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Fat Adaptation Strategies and Endurance Exercise

Fat Adaptation Strategies and Endurance Exercise

Posted by Spinning® on Apr 18th 2018

For years, athletes have been told to load up on carbs before events and guzzle energy beverages or glucose gel to fuel performance. But what if endurance wasn’t predominantly dependent on muscle-glycogen utilization? What if your body could engage in prolonged exercise by utilizing more fat for energy?

It turns out that it can! However, like most performance-improving measures, it requires training. And while the majority of research shows that this kind of endurance training reduces glycogen depletion, it does not necessarily improve performance.

What the Research Shows Regarding Fat Adaptation

Numerous studies have evaluated the effectiveness of a technique called “fat adaptation” for altering fuel utilization and improving endurance. Some of these studies involve short-term fat adaptation strategies of five to six days per week on a high fat diet: 60 to 70 percent of energy intake from fat, 15 to 20 percent of energy from carbohydrates and the remaining from protein. This is not necessarily a high calorie diet. It is simply a different breakdown of the three macronutrients. During this adaptation period, athletes engage in their typical training regimen. One to two days prior to the testing, they increase the percentage of carbohydrate intake to normal or elevated levels (up to 80 percent of daily intake).

A review of research evaluating “fat adaptation” strategies published in the journal Applied Physiology, Nutrition, and Metabolism in 2011 found that this protocol increased the rate of whole-body and muscle fat oxidation while attenuating the rate of muscle glycogenolysis during endurance exercise. These results mean that the body is effectively utilizing an alternative fuel in addition to glycogen, delaying the onset of glycogen depletion (1).

In another study conducted by researchers at RMIT University in Australia (2), seven competitive athletes consumed a standard carbohydrate diet for one day, then either a high-carbohydrate or a high-fat diet of the same number of calories for six days. On the eight day, all subjects consumed a high-carbohydrate diet and rested from exercise. On the final day, they cycled for four hours at 65 percent of maximum exertion followed by a one-hour time trial. Researchers observed that power output was 11 percent higher during the time trial after fat-adaption diet than after high-carbohydrate diet. In addition, fat oxidation during exercise increased after the fat-adaption strategy and remained elevated above baseline even after one day of a high-carbohydrate diet. There was also an increase in carbohydrate availability.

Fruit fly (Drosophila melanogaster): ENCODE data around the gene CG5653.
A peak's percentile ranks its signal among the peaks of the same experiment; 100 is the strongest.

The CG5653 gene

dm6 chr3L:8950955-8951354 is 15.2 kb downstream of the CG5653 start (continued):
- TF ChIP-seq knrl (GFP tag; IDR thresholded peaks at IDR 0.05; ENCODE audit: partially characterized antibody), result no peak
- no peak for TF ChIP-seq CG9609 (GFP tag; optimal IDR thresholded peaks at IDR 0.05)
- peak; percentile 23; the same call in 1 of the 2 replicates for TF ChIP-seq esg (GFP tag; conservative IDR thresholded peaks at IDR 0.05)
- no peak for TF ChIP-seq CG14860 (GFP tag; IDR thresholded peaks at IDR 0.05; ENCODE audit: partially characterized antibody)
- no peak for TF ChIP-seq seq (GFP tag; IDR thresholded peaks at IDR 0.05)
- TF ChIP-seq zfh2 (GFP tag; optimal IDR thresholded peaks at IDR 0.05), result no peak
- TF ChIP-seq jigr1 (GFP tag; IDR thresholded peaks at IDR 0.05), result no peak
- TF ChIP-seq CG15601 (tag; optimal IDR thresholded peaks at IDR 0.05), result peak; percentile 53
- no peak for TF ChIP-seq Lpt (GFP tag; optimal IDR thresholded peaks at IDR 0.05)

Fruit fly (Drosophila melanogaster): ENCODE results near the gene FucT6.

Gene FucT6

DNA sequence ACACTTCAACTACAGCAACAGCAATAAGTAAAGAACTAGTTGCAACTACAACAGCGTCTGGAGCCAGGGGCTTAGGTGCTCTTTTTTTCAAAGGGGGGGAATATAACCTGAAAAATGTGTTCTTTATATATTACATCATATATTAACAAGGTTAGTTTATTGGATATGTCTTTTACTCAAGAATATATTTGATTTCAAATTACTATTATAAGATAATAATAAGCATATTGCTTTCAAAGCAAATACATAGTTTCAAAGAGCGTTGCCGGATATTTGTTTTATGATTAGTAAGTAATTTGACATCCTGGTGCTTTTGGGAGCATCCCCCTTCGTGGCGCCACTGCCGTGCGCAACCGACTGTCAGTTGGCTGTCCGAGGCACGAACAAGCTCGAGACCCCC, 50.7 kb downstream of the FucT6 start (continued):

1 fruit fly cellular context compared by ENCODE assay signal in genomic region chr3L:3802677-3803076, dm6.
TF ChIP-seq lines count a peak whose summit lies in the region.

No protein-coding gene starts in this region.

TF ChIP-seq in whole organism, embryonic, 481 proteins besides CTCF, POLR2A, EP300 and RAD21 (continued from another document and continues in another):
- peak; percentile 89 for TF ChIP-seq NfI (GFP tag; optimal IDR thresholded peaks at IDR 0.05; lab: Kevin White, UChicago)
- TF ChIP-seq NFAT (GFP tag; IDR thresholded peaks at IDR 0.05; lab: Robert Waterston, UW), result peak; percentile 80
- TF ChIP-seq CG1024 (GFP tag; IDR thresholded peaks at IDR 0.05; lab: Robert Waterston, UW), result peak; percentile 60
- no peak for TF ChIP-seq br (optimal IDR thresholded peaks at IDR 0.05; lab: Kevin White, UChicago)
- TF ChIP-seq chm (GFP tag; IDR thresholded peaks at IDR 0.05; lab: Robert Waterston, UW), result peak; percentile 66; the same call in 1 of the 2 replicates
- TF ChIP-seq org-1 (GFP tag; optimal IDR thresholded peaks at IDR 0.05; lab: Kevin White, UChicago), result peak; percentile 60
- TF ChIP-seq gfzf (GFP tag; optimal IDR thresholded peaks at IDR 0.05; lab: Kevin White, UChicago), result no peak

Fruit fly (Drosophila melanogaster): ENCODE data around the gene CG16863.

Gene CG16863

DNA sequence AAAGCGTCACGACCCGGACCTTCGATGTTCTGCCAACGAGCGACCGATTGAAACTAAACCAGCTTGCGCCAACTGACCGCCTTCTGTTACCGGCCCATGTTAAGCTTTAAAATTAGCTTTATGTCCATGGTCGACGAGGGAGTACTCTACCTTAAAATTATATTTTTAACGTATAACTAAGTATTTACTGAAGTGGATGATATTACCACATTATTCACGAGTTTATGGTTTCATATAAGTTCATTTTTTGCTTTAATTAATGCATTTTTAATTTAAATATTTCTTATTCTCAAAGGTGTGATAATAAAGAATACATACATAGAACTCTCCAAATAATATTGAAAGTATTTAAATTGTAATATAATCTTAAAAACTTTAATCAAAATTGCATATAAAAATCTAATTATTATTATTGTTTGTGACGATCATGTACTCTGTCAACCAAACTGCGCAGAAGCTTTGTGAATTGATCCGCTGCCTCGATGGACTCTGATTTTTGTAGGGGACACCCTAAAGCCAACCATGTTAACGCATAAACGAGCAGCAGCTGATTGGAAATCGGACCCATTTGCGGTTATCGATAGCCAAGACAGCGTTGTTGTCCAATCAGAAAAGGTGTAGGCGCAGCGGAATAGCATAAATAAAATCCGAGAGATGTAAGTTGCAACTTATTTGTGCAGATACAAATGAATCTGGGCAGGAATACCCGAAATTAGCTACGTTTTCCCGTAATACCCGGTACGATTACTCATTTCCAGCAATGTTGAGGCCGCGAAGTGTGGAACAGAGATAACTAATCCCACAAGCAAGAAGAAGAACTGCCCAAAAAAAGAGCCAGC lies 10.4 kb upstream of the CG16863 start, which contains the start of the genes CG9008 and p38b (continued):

Another article, published in the Journal of Sports Sciences, found that dietary fat adaptation for a period of at least two to four weeks resulted in a nearly two-fold increase in resistance to fatigue during prolonged, low- to moderate-intensity cycling. Researchers also observed that consuming medium-chain triacyglyerols (MCTs) in combination with carbohydrates spares glycogen, noting that MCTs are rapidly absorbed during exercise compared with largely unavailable long-chain fatty acids (3).

While some other studies show an increase in fat oxidation, they do not indicate an improvement in performance after fat adaptation periods compared to traditional high-carbohydrate diets, and they may actually compromise performance. A review of several studies published in the journal Sports Medicine observed that short-term fat adaptation periods (fewer than six days) were detrimental to performance at high intensities. Longer adaptation periods of up to 28 days had mixed results, either maintaining results commensurate with the control group or attenuating performance in some cases (4).